Marvin Bracy hasn’t played a football game in more than five years. But after sprinting at the Rio Olympics, he has returned (at least for now) to the team sport.
Bracy, a former Florida State wide receiver, is at a 35-player rookie tryout camp with the Carolina Panthers this weekend. The team has three open roster spots at the moment.
If Bracy doesn’t make the Panthers roster, he may try elsewhere, even in the Canadian Football League, he said in March, before settling on returning to track. Bracy did race in three track meets in April.
“If I have to make a choice, I’m going to stick with the gridiron, if I have that opportunity,” Bracy said at FSU’s pro day in March. “But if not, if track is what I’ve got to do, it’s what I’ve got to do, because I’ve got family to take care of.”
The Panthers camp comes nearly nine months after Bracy finished 11th in the 100m at the Rio Games. He snagged the last spot on the Olympic 100m team over veterans Mike Rodgers and Tyson Gay at trials last June.
“[Medaling at the Olympics] would have made the decision a hell of a lot harder,” Bracy said of switching back to football, according to the Charlotte Observer. “But I wanted to get back on the field for so long now.”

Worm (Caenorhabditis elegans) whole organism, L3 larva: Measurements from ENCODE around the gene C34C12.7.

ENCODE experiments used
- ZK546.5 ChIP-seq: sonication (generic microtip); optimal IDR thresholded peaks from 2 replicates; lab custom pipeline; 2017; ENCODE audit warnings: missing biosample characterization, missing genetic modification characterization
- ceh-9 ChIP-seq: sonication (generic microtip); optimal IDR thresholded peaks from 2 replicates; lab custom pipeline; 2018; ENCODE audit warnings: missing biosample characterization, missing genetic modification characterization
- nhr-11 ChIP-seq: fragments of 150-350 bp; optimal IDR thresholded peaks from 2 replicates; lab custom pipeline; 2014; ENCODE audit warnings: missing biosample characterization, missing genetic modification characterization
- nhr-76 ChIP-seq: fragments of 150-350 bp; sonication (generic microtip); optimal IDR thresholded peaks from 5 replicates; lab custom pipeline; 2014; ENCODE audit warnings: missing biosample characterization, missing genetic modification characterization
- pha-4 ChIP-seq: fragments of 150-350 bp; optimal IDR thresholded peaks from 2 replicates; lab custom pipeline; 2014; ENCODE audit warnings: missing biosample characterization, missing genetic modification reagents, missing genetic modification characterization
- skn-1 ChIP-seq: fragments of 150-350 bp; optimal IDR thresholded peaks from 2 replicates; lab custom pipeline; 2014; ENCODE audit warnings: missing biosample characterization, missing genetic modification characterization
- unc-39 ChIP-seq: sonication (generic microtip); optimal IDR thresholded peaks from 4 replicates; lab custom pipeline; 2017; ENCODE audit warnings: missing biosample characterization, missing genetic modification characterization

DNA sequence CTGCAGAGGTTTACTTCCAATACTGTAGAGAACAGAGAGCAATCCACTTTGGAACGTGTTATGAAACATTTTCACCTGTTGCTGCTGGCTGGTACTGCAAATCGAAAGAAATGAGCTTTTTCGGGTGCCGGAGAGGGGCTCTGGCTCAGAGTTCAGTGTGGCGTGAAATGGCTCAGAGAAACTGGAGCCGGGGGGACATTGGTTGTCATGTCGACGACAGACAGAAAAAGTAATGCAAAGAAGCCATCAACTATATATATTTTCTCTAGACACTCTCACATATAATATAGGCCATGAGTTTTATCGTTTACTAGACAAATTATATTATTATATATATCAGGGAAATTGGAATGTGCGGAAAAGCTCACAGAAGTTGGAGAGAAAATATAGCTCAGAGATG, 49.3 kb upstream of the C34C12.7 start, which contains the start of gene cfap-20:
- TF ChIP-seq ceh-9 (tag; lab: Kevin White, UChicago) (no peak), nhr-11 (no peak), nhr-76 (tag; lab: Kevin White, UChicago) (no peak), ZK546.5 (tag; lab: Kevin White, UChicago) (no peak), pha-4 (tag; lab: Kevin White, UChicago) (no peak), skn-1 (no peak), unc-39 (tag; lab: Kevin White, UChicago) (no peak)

Bracy said at FSU’s pro day in March that he tossed and turned over his decision to leave school in 2013 and pursue a pro track career. He remembered thinking it was the wrong decision as he merged onto Interstate 10 in Tallahassee four years ago.
Bracy never played a down for the Seminoles, redshirting his freshman year in 2012. He missed spring 2013 practice with a hamstring injury before turning pro.
“I won’t say I regret it, leaving, but I always had that what-if factor going on in my head,” Bracy said at FSU’s pro day, where he was told he ran the 40-yard dash in 4.3 seconds (he also believed he ran a quicker 40 but wasn’t given the time). “I just told myself I couldn’t live with the decision of not knowing what it could have been [in football]. If I come out here, and I fail, or if I get a tryout with a team and I fail, then I can at least sleep knowing that, OK, you tried, and it just wasn’t for you. You know, track is your calling, whatever, whatever. If it works out, and I become one of the greatest players to ever play [football], I can say, well, I had the courage to go out there and give it a shot.”
About 40 Olympians have gone on to play in the NFL. Patriots safety Nate Ebner and former Lions running back Jahvid Best competed in Rio in rugby and track, respectively.
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